Friday, June 19, 2009

Poem of the Day: "The Snow Man"

This has become something of a pattern -- Norm Geras posts one of his weekly profiles of a blogger, in this case Matt Yglesias; the profile includes, among other things, a listing of the blogger's favorite poem; Norm links to the poem; I read the poem and realize, remember, or newly appreciate how much I love it.

And thus is a new post under the poetry rubric born to this precious, precious blog, this time for a poem by Wallace Stevens, whose work can't be too highly celebrated. The success with which this poem establishes atmosphere is almost magical -- the sense of quiet and solitude is palpable, as though Stevens has placed us in a remote place with nothing but the wind and a snowman of unknown origin: a "mind of winter" in which a small scene unfolds.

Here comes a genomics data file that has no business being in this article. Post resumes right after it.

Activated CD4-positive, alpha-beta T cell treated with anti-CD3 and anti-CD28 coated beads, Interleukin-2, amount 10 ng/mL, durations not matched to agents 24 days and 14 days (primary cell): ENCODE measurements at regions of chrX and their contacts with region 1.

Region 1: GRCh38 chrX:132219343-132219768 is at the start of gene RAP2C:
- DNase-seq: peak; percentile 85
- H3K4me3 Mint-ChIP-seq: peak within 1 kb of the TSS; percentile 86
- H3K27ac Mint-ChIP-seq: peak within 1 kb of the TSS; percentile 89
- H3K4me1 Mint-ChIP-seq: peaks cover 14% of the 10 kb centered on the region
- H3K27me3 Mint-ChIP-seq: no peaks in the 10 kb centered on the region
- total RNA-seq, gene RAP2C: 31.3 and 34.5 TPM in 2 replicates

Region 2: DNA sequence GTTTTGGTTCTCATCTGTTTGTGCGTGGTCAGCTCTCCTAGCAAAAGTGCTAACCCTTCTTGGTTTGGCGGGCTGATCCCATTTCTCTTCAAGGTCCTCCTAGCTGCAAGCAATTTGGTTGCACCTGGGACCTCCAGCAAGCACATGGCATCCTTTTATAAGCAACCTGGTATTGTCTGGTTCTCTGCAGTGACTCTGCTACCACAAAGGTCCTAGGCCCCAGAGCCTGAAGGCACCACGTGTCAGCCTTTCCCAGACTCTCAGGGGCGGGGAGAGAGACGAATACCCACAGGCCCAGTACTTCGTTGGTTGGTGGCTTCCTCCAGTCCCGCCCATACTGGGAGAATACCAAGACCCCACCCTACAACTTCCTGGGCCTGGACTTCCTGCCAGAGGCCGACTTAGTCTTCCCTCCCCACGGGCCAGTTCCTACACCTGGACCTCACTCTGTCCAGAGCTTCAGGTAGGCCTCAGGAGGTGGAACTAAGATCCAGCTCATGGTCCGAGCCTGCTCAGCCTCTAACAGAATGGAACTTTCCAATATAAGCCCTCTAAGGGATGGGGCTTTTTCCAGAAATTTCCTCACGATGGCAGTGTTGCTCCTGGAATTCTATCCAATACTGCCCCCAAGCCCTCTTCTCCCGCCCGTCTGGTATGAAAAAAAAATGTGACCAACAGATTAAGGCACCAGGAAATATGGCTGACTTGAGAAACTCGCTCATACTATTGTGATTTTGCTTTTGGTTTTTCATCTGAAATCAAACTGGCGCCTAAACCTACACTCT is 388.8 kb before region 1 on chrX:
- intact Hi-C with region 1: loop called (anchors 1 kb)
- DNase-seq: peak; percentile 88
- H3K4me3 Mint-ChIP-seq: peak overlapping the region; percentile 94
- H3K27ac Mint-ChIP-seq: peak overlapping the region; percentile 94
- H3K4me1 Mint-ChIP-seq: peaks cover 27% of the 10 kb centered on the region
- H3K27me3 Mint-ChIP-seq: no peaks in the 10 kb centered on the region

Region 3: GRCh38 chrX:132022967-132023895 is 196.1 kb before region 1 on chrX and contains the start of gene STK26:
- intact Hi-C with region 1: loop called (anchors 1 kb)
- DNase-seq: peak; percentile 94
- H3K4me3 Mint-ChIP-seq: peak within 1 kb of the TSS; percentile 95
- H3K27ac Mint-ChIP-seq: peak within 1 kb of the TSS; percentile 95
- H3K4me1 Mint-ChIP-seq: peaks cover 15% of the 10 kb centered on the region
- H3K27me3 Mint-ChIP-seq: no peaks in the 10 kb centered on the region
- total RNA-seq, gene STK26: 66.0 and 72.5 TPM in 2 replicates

Wallace Stevens, "The Snow Man"

One must have a mind of winter
To regard the frost and the boughs
Of the pine-trees crusted with snow;

And have been cold a long time
To behold the junipers shagged with ice,
The spruces rough in the distant glitter

Of the January sun; and not to think
Of any misery in the sound of the wind,
In the sound of a few leaves,

Which is the sound of the land
Full of the same wind
That is blowing in the same bare place

For the listener, who listens in the snow,
And, nothing himself, beholds
Nothing that is not there and the nothing that is.

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